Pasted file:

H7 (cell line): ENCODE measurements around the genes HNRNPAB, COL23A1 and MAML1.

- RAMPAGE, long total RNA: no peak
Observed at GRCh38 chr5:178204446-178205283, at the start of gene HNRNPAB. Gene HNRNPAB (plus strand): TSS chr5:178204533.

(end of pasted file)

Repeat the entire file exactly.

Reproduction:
H7 (cell line): ENCODE measurements around the genes HNRNPAB, COL23A1 and MAML1.

- RAMPAGE, long total RNA: no peak
Observed at GRCh38 chr5:178204446-178205283, at the start of gene HNRNPAB. Gene HNRNPAB (plus strand): TSS chr5:178204533.